Mindo is a small village in the lush, tropical cloud forest that descends from the Andes to the coast just outside of Quito, Ecuador. The cloud forest is home to an abundance of wildlife, such as brightly colored lizards, wild cats, spectacled bear, and over 600 species of birds. Mindo was recently named one of the top 10 places to birdwatch in the world by National Geographic, and those who live there are known for their conservationist stances and fights against oil corporations. The area is so rich in biodiversity that it has won the Audubon Christmas bird count competition seven times with the highest number of species.
Last week, Mindo residents were among the thousands who took to the streets all across Ecuador in a march to the presidential palace in Quito, to demand an end to mining. Mining has existed since pre-Incan times in the metal-rich landscapes of these tropical forests, but until the 1980s, the projects were small-scale and much lower impact. Over the past year, however, the government has been distancing itself from its conservationist stance and has opened huge portions of land to corporations interested in running large-scale open-pit mining projects.
In the past few months, these corporate land grabs have intensified. In November 2017, local governments across northwestern Ecuador received letters from the mining corporations informing them that thousands of acres of forest had been signed away in more than 40 contracts with the central government. The Ministry of Mining had not consulted with communities and Indigenous nations before signing these contracts. This constitutes a violation of the Ecuadorian constitution passed in 2008 on several counts. Sumak Kawsay, a tenet of the constitution (meaning “life at its fullest” in Quechua), guarantees the right to live in peace and free of contamination. It grants the environment the same rights as a citizen, including the rights to be respected in its entirety through its vital cycles, as well as the right to restoration. This tenet of the constitution also promises to involve and consult all local populations about activities that have an impact on their environment.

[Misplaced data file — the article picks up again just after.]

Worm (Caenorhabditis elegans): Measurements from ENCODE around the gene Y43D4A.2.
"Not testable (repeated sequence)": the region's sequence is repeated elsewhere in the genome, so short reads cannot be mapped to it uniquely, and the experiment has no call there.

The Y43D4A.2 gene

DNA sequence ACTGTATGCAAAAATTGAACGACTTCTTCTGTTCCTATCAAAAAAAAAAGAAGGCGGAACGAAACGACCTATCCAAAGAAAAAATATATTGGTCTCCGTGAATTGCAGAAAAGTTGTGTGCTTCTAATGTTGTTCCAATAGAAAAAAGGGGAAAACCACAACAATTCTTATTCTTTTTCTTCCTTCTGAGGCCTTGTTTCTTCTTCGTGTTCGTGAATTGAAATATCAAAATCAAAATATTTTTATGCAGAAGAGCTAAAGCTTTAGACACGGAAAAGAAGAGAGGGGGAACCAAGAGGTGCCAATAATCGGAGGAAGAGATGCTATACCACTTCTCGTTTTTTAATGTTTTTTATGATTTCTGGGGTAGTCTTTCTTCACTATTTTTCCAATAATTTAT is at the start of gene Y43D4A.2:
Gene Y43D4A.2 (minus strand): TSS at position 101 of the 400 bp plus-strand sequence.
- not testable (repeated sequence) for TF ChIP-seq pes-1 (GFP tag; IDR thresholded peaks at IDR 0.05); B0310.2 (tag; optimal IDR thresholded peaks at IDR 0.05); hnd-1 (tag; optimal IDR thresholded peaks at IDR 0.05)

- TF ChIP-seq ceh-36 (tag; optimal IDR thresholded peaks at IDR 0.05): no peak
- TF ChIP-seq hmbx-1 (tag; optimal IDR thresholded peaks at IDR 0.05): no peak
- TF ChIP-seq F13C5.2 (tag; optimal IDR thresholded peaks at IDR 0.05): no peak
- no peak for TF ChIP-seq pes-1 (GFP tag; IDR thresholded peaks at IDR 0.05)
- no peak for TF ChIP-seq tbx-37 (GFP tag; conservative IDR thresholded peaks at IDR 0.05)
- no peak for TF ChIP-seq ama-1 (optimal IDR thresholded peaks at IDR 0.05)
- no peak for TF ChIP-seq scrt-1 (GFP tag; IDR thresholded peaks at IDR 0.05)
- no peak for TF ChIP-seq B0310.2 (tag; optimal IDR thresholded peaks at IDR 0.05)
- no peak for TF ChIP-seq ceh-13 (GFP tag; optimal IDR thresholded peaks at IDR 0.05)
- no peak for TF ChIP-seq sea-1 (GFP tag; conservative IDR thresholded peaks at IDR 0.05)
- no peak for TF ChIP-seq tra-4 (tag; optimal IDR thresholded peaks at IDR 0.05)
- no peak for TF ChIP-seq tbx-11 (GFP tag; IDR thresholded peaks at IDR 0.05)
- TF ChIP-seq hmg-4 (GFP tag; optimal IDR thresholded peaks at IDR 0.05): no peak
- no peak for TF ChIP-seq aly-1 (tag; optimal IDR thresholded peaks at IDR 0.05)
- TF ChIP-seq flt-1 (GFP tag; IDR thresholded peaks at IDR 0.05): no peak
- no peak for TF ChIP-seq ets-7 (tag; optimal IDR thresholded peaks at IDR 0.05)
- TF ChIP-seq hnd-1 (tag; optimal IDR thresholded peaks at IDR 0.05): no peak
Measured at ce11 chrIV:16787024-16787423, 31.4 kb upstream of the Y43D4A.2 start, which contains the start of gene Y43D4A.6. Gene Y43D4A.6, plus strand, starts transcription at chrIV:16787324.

After the mining contracts were signed, the central government claimed they had informed communities and that environmental impact reports had been carried out. Furthermore, they claimed that the areas that were granted mining permits were not in use and extraction activities would not affect the local population. Local residents said, however, that both of these claims were patently false.
Caminantes, a national grassroots group that campaigns against mining, highlighted that 15 percent of Ecuador’s territory has been granted a mining permit. That amounts to 5 million acres, almost the size of the state of New Jersey.
In their mission statement, Caminantes explain that they fight resource extraction on the basis that it “deepens poverty, dismisses community values, upholds the ruling political class and promotes corruption.”
Meanwhile, conservationist groups and scientists argue that the devastating impacts of open-pit mining causes could be so destabilizing that some endemic species would be in immediate danger of extinction, and other populations would abandon the area due to noise pollution, loss of habitat and water pollution. Participants in the march claimed the government is keen to overlook mining’s environmental consequences, despite studies that have shown it creates toxic water pollution in several different stages of the mining process. These chemicals and metals seep into rivers, poisoning the wildlife around them. Plus, for each ton of minerals extracted, about three times that amount is produced in toxic waste rock. Advocates say that all of these elements prove that there is no model for “sustainable mining,” and that the government must prioritize either the rainforest or the mines.
Mindo is an oasis in a world tormented by climate change. For outside observers, this landscape may symbolize natural beauty and peace, but that symbolism is nothing compared to the huge number of species and people that call it home. What could be preserved as one of the most biodiverse areas of the planet may become a barren crater if those responsible do not choose action over profit.
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